The 2016 Toyota Mirai will be the Japanese giant's first mass-produced car powered by a hydrogen fuel cell when it makes its debut next year. Source: Toyota Motor Corp.

Toyota Motor Corp. (NYSE:TM) announced on Monday that its all-new hydrogen car will be called the Mirai, as expected -- and it will come to (some parts of) the U.S. next year.

The Mirai is an electric car, but it doesn't run on batteries. Instead, it uses a device called a fuel cell, which chemically extracts energy from hydrogen gas and turns it into electricity. The only "exhaust" is water vapor.

Is the United States ready for a hydrogen car? We're about to find out, but Toyota is taking some steps to make it a little easier for Americans to live with the new technology.

Toyota is making a big commitment to hydrogen fuel-cell technology
The Mirai is a dramatic-looking vehicle, especially by Toyota's conservative standards. And -- mindful of the popularity of Tesla Motors' (NASDAQ:TSLA) high-performing Model S -- Toyota says it's a sporty one.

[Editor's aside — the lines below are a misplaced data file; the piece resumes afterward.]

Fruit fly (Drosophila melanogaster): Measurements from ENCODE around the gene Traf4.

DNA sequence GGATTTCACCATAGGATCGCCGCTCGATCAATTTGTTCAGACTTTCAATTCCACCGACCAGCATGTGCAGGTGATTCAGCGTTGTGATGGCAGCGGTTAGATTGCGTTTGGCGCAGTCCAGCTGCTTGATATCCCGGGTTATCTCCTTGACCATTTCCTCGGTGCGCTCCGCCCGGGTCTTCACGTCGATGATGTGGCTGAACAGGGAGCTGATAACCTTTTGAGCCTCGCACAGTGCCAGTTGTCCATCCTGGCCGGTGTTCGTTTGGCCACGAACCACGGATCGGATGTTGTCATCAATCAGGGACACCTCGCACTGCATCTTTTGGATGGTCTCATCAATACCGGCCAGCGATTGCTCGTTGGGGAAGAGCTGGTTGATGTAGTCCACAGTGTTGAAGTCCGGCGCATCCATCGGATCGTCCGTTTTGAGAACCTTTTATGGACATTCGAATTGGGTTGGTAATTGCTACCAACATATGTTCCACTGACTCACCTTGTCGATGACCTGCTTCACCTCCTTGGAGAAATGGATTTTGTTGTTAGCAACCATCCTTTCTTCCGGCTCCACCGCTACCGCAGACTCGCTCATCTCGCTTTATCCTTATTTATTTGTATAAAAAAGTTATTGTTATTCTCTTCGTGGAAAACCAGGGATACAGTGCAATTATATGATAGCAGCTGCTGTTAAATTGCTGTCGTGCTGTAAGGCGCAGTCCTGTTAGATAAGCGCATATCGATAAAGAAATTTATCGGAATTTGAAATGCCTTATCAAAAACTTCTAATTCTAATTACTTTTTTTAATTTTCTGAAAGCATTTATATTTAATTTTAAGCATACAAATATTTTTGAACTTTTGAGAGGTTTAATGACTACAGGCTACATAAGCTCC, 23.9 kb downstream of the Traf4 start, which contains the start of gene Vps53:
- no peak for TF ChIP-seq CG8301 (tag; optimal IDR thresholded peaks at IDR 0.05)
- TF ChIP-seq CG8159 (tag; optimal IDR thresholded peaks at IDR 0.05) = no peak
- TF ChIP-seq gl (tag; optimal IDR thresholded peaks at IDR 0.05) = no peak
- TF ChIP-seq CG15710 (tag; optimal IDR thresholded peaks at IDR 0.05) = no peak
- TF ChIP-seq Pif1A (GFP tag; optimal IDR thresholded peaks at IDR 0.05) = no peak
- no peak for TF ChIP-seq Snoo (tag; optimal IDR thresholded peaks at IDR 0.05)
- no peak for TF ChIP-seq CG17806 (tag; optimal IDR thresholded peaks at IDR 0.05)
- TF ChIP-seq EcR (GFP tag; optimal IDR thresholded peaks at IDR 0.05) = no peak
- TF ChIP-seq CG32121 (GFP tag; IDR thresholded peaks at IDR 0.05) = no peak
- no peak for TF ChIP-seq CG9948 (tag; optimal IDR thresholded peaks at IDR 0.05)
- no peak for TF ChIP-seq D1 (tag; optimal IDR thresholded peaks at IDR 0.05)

In a video released on Monday, Toyota CEO Akio Toyoda explains (in English) that the Mirai "had to be truly fun to drive," and says that its low center of gravity delivers "very dynamic handling." You can watch the whole video below.

Source: Toyota Motor Corp.

With the CEO himself featured in its marketing, it's clear that this is seen as a very big move within Toyota. But the big concern with any car that doesn't run on gasoline is this: How will owners refuel it?

Tesla has done a great job of overcoming that concern in two ways. First, its Model S has much more range than other battery-electric cars -- up to 275 miles at 65 mph, Tesla claims. That's comparable to a mainstream luxury sedan with a full tank of gas. 

Second, Tesla has built (and continues to expand) a network of "Superchargers," strategically located quick-charging stations that are free for Tesla owners. A Tesla Supercharger can "provide half a charge in as little as 20 minutes," the company says. That's slow compared to filling up at a gas station, but it's very quick by battery-electric-car standards, and right now it's quick enough for most owners.

With its new Mirai, Toyota has obviously paid attention to Tesla's example. And on at least one metric, the Japanese automaker has Tesla beat. 

An electric car with some surprising advantages